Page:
What unites or underlies both the internal, or psychic, and the interpersonal aspects of our experience is the embodied existence represented in reality. It’s in believing ourselves to be these living organisms that allows us to suppose that we are some concentration of life, spirit, or mind inside of it, and it is in believing that humans have internal realities that are distinct and “beyond” the physical body that allows us to suppose personalities and subjectivity between each individual. These are all metaphors for aspects of the truth too complex to be anything but felt in some of the least common and hardest to maintain states or perspectives of consciousness. One of the benefits of philosophy is that it gives a notion of comprehension and definition. How many times have you or another found some philosophy that was new to you and upon reading thought “this is it, this says what I feel but lack the words to say”? That feeling is a resonance between the perspectives where for about a moment you could reasonably say that you know and understand the same complex thing. It can be inspiring and reassuring to know that you are not alone in some metaphysical space, and that others share your conditions, aspects of your own internal/external being. It could also mean absolutely nothing to you.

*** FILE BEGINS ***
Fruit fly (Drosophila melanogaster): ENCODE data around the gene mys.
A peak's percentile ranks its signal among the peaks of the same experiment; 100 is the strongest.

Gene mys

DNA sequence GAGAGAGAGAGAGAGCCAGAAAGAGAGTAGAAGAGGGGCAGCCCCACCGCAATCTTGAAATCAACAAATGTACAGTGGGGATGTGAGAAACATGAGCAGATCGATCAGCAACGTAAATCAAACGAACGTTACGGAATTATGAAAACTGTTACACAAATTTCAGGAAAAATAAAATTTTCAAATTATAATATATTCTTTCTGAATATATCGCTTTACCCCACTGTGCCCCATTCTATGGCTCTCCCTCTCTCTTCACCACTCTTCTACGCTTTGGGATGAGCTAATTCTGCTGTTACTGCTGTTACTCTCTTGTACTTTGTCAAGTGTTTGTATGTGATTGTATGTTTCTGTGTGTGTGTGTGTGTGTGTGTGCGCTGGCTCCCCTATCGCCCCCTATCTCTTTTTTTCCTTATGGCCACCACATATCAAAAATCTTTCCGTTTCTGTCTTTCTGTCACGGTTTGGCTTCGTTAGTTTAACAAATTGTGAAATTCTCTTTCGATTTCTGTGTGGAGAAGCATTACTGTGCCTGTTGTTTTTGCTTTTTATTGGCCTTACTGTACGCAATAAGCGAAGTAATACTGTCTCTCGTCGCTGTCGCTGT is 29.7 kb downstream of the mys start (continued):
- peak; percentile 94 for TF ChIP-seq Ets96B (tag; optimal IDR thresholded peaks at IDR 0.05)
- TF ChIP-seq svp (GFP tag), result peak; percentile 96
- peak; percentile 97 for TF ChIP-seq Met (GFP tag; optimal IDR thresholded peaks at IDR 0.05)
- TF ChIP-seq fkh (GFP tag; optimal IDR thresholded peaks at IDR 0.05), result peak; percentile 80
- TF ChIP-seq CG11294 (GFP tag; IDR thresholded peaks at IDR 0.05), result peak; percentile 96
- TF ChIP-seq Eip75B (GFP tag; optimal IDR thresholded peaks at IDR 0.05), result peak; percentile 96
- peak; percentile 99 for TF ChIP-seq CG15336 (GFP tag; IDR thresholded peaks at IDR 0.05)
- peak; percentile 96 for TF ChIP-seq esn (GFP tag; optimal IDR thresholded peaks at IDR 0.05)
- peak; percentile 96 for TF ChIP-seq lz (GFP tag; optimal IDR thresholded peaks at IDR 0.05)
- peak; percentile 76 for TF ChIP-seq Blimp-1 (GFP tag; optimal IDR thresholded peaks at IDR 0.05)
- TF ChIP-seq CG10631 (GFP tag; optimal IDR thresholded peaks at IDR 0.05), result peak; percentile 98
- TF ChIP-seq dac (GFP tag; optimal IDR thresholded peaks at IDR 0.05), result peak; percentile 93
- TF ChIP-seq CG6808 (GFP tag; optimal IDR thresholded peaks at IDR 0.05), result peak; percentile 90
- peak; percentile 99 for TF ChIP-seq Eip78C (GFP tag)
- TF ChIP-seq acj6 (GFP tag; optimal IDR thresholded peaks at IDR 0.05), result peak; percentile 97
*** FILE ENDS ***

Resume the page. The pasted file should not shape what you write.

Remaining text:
The constraints of our minds are the beliefs we impose upon ourselves and the judgments and behaviors we make and commit. In order to make sense of the perceptions and feelings, to have thoughts and words by which we can relay what we understand, we conceptualize abstract ideas into systems and arguments that reflect a supposedly internally coherent way of perceiving reality. These translations of personal realizations can be circular aesthetic visions with extending or implied, practical, linear methodologies. They can be imagined as structures of claims and suppositions that form the boundaries of what a particular perspective of consciousness can accept without running into computing errors. Jung desired to uncover archetypes of meaning and symbol-making so that he could derive the characters or foundational elements of understanding, but characteristic of the limits of human conception, he found that while there were many ubiquitous cultural images, myths, and symbols, the reality expressed through these mechanisms of meaning was greater than that which represented it. This is not at all unlike the notion that reality itself is not as great as that which gives it being, though such a notion implies that the greatest aspect or quality of being is not being necessarily. Why are some things real and others not? Is chance an acceptable answer? Is it really true? Is it practically true?